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The Hotel Detective's Best Hotel Rooms Of 2013: Part Two

December 21, 2013
Part two of The Hotel Detective’s Best Rooms of 2013 takes you from traditional luxury destinations (Gstaad, Lake Como) to new outposts (Fogo Island Inn) and even up into the sky (the best Business Class seat). You can read longer write-ups of most of them on the site. (Fogo Island Inn and Grand Hotel Tremezzo will be described in much more detail in March.)

This duplex penthouse at Gstaad’s first new luxury hotel in 100 years is on a residential scale, a virtuoso display of woodwork   and understated color orchestration (ivories, oxbloods, and green-grays). The highlight is the second-floor, cathedral ceiling spa relax-room, one of the most extraordinary hotel rooms that The Hotel Detective has ever seen: sculptural gas fireplace, large windows cut into the sloping roof, steam room, sauna, Jacuzzi on the terrace, and massage room. The suite comes with a chef. You may not even make it down to the hotel’s Restaurant Sommet, which received a Michelin star this year.

Luxury in about the last place you’d expect to find it: an island off the north-central coast of Newfoundland.The scenery is  spectacularly bleak and the history a tale of rugged souls making a subsistence living by fishing for cod—until the fishery
collapsed in the ‘60s. The hotel opens up both vistas to you, the latter through one-on-one encounters with Fogo Islanders. All the rooms face the ocean, but the suites (at the end of the building shown here), with their window walls, make you feel nature’s vast sway and man’s tenuous hold on it here.

Orient Express EXPR +0.00% revived this vintage hotel, which sits on the heights above Santa Barbara. The rooms have been beautifully decorated in a contemporary Santa Barbara idiom. What makes some of them singular is the ocean view. Room 703, a Premier Bedroom, has a grandstand ocean view from the porch, a corner fireplace, and a good sized living room—and it’s far from the most expensive room. Given the view-value ratio, THD would make this his first choice. An even better value-for-view is 702, a Superior King, the lowest level room, but because of property’s quirky layout, it is blessed with a fine ocean view. Other such rooms include 102, a Craftsman Superior Suite; 2303 and 2703, which have perfect ocean sightlines from the terrace; 2904, 05, and 06; 3101 and 02, with 02 having a bigger deck and a slightly better vista.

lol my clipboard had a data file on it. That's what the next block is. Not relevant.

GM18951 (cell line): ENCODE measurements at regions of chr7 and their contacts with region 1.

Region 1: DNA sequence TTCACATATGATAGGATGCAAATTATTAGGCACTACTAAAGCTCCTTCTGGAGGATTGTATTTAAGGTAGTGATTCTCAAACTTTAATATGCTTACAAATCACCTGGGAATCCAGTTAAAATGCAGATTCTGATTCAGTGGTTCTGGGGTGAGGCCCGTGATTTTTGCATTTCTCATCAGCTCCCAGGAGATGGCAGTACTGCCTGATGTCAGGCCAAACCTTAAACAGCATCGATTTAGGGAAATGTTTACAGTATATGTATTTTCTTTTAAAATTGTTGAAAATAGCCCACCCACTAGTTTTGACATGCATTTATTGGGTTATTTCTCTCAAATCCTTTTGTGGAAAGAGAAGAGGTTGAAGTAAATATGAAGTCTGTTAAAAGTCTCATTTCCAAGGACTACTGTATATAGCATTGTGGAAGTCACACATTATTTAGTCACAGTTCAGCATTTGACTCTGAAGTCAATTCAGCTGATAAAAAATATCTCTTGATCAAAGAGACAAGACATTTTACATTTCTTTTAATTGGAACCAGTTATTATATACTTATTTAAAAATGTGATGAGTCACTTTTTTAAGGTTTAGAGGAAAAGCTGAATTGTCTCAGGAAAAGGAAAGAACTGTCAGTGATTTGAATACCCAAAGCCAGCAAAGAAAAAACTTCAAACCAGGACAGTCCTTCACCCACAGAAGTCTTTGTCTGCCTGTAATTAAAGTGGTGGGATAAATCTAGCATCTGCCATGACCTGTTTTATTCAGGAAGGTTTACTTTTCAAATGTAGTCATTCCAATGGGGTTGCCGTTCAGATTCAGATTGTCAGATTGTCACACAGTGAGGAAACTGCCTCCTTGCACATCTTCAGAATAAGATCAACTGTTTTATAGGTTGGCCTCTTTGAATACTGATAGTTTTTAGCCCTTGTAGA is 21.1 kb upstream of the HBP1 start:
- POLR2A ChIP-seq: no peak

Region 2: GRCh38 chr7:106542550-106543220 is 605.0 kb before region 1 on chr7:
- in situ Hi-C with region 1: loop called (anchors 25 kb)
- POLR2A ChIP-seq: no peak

This Relais & Chateaux may be the best-kept hotel secret in North America. It occupies a rambling 1897 house that seems made for a boutique hotel. The steeply pitched gable roofs promise romantic attic rooms, and the syncopated rhythm of the windows on the front, architectural eccentricity. The hotel delivers both.

Get a one-bedroom Grand King Suite for the Bay of Fundy views, either the aptly named Pinnacle (no. 16), which has a garret feel and an expansive water view from the balcony, or Earl (no. 18), which has a huge roof deck. One step down is a Grand King Room and the one to get is the second-floor Queen Room. Stepping down in price again, THD would nab the second-floor King Suite for its window-wall and long terrace.

The hotel is in the handsome town of St. Andrews, a tidy grid of Georgian and Greek Revival houses and shingle-style mansions from the Gilded Age, when the town was Canada’s version of Newport, Rhode Island. It’s just over the Maine border and right on the Bay of Fundy.

This hotel on Lake Geneva has a tower with two fabulous rooms. The 19th-century Grande Chevalier Suite (1,400 sq. ft.), a historical monument, has a muscular beamed ceiling, elaborate (if sober) woodwork, rich red wall covering, and stained-glass windows. Want to feel like a Cardinal? Here are your private quarters. The elaborate Neo-Gothic style woodwork of the Riviera Suite (710 sq. ft.), on the other hand, appears more suited to a captain of industry or a financier. The bed is dramatically placed and the room has a 360-degree view of Lake Geneva, the only room that does.

compactly designed by James Park Associates, which also did the Eastern & Orient Express train. The wingchair style seat, at 34 inches the widest business class one in the air by far, folds down to become a 76-inch-long bed. It has reading lights (two brightness levels) on each side to supplement (and soften) the overhead light. There’s a place to stow your shoes so they don’t end up pinioned beneath the seat once it’s extended, and there’s a cubby for your briefcase. The seatback flanking the monitor holds a bento box of compartments that pop open at the push of a finger—a place to stow your glasses, the power outlet for your computer, a one-glass drinks tray, and a make-up mirror. Practicality, vanity, pleasure, and power, all in one place, rigorously thought-out, trim as a typesetters tray, a tiny studio apartment in the air that made flying New York-Singapore a nice get-away from the world.

Open the door to one of the six new Rooftop Suites here and the view of Lake Como just washes over you. Simple as that. Of course, the suites offer space, with the Rooftop Penthouse the largest, but it’s the view of the lake that holds you. Downstairs the hotel is old-fashioned—a billiard room, a room for reading the paper, demi-grand dining room—yet not at all stuffy, in fact, slightly jazzy in its décor.